Gene therapy of gastric cancer using LIGHT-secreting human umbilical cord blood-derived mesenchymal stem cells
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Mesenchymal stem cells (MSCs) have the ability to migrate into tumors and therefore are potential vehicles for the therapy of malignant diseases. In this study, we investigated the use of umbilical cord blood mesenchymal stem cells (UCB-MSCs) as carriers for a constant source of transgenic LIGHT (TNFSF14) to target tumor cells in vivo.
Lentiviral vectors carrying LIGHT genes were constructed, producing viral particles with a titer of 2 × 108 TU/L. Fourteen days after UCB-MSCs transfected by LIGHT gene packaged lentivirus had been injected into mouse gastric cancer models, the expression levels of LIGHT mRNA and protein were detected by reverse transcription polymerase chain reaction (RT-PCR) and enzyme-linked immunosorbent assay (ELISA). Then the tumors’ approximate volumes were measured.
The treatment with MSC-LIGHT demonstrated a strong suppressive effect on tumor growth compared to treatment with MSC and NaCl (p < 0.001). Examination of pathological sections of the tumor tissues showed that the areas of tumor necrocis in the MSC-LIGHT group were larger than those in the MSC group. Moreover, we found that MSCs with LIGHT were able to significantly induce apoptosis of tumor cells. The expression levels of LIGHT mRNA and protein were significantly higher in the UCB-MSCs with the LIGHT gene than the levels in UCB-MSCs (p < 0.001).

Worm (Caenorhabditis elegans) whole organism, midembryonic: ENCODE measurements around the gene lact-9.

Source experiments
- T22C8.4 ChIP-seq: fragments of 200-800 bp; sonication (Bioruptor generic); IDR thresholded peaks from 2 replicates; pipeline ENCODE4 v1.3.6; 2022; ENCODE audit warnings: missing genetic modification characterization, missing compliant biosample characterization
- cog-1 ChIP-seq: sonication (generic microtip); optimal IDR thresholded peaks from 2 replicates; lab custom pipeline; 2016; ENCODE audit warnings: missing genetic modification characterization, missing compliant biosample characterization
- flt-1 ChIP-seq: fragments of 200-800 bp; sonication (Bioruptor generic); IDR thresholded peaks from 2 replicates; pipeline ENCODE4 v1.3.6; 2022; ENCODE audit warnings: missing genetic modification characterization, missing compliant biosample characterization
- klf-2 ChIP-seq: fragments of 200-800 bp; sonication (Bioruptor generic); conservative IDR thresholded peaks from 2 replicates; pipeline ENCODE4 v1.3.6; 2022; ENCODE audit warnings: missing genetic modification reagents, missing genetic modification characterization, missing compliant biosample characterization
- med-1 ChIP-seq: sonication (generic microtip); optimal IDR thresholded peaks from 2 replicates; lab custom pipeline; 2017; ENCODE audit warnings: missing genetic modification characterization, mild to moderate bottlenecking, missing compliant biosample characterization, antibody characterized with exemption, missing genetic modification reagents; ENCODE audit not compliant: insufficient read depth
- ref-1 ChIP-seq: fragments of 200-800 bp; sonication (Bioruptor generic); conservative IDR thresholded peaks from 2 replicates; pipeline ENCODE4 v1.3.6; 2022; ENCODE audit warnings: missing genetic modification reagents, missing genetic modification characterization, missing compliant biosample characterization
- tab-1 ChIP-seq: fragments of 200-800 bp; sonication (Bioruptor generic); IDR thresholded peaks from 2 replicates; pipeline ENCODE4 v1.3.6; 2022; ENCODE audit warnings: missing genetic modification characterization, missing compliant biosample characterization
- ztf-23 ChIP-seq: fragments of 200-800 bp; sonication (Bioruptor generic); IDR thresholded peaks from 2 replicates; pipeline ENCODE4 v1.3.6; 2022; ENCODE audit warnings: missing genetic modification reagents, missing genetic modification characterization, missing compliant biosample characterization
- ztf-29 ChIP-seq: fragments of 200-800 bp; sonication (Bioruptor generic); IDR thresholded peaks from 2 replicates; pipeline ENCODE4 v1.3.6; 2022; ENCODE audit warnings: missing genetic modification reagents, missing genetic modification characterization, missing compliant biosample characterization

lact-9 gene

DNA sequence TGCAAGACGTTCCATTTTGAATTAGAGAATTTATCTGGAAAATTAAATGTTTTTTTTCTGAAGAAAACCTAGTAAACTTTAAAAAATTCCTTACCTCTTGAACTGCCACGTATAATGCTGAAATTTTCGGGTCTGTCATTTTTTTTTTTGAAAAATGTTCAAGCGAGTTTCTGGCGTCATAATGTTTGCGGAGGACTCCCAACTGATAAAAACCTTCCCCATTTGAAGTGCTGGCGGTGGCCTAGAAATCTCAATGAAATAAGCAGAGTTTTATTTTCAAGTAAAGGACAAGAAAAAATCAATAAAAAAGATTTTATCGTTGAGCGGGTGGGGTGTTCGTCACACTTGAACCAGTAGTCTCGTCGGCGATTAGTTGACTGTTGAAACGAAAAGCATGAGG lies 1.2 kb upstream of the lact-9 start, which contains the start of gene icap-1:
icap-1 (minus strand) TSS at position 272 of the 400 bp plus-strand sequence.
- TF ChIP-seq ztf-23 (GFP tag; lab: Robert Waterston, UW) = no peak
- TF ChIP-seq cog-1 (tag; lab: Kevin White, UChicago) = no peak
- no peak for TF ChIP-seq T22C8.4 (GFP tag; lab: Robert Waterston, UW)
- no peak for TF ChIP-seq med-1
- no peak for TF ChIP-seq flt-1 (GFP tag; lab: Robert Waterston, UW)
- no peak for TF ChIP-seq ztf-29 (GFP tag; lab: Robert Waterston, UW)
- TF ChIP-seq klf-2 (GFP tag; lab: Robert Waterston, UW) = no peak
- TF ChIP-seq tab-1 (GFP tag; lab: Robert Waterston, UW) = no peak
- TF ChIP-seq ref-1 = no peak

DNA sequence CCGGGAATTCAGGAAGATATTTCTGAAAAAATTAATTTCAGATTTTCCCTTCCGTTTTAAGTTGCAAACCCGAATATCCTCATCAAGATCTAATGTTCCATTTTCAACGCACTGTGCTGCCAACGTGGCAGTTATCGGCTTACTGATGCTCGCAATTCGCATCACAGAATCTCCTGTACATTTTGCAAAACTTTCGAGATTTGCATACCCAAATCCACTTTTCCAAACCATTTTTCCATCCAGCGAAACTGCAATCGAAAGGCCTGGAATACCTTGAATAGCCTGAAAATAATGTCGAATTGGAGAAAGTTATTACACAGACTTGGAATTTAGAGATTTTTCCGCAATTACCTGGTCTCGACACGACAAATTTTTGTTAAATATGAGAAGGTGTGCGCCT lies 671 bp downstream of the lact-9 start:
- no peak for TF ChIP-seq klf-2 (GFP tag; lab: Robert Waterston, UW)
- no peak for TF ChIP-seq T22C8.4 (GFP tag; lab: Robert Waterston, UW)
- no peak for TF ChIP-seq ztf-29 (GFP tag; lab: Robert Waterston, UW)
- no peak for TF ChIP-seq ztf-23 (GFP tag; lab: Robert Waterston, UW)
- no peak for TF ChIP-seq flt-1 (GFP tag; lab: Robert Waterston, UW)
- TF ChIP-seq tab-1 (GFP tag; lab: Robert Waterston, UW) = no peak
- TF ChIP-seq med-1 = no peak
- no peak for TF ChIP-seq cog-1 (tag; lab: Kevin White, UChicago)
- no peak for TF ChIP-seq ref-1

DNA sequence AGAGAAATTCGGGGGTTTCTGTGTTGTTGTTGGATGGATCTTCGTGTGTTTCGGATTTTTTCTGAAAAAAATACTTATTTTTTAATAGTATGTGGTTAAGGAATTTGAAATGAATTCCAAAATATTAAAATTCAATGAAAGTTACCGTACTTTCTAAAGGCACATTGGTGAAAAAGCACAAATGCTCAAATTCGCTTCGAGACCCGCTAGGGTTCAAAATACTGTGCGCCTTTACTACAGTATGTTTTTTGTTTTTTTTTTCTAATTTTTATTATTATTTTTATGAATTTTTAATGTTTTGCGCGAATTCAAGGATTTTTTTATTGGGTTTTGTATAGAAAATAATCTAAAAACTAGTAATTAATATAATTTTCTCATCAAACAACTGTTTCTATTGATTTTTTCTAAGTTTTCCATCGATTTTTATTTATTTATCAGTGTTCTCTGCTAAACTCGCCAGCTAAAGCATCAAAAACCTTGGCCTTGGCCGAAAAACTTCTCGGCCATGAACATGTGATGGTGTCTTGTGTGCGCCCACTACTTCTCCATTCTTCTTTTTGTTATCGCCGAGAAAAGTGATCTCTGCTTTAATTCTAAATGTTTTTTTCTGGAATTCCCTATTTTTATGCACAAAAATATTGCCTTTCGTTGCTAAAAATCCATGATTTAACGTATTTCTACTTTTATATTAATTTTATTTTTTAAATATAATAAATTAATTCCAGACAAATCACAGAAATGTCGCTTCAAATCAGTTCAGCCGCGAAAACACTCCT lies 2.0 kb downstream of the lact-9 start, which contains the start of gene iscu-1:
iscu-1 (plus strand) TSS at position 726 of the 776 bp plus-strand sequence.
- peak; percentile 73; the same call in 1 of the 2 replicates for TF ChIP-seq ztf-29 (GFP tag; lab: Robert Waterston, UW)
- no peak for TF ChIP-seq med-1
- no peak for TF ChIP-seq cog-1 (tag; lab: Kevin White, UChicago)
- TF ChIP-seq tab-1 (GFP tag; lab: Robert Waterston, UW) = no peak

These results suggest that UCB-MSCs carrying the LIGHT gene have the potential to be used as effective delivery vehicles in the treatment of gastric cancers.
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- Gene therapy of gastric cancer using LIGHT-secreting human umbilical cord blood-derived mesenchymal stem cells
Volume 16, Issue 2 , pp 155-166
- Cover Date
- Print ISSN
- Online ISSN
- Springer Japan
- Additional Links
- LIGHT (TNFSF14)
- Gastric cancer
- Lentiviral vector
- Umbilical cord blood mesenchymal stem cells (UCB-MSCs)
- Industry Sectors
- Author Affiliations
- 1. Department of Central Laboratory, Qingdao Municipal Hospital, Qingdao, China
- 2. Center of Metabolic Disease Research, Nanjing Medical University, Nanjing, China
- 3. Department of Gastroenterology, Qingdao Municipal Hospital, Qingdao, China
- 4. Department of General Surgery, Qingdao Municipal Hospital, 5 Donghai Middle Road, Qingdao, 266071, China
- 5. Endoscopy Department, Tianjin Medical University Affiliated Cancer Hospital, Tianjin, China
- 6. Department of Pathology, Immunology and Laboratory Medicine, University of Florida College of Medicine, Gainesville, FL, 32610-0275, USA
- 7. Department of Molecular and Cellular Biochemistry, Markey Cancer Center, University of Kentucky School of Medicine, BBSRB Room B336, 741 South Limestone, Lexington, KY, 40506-0509, USA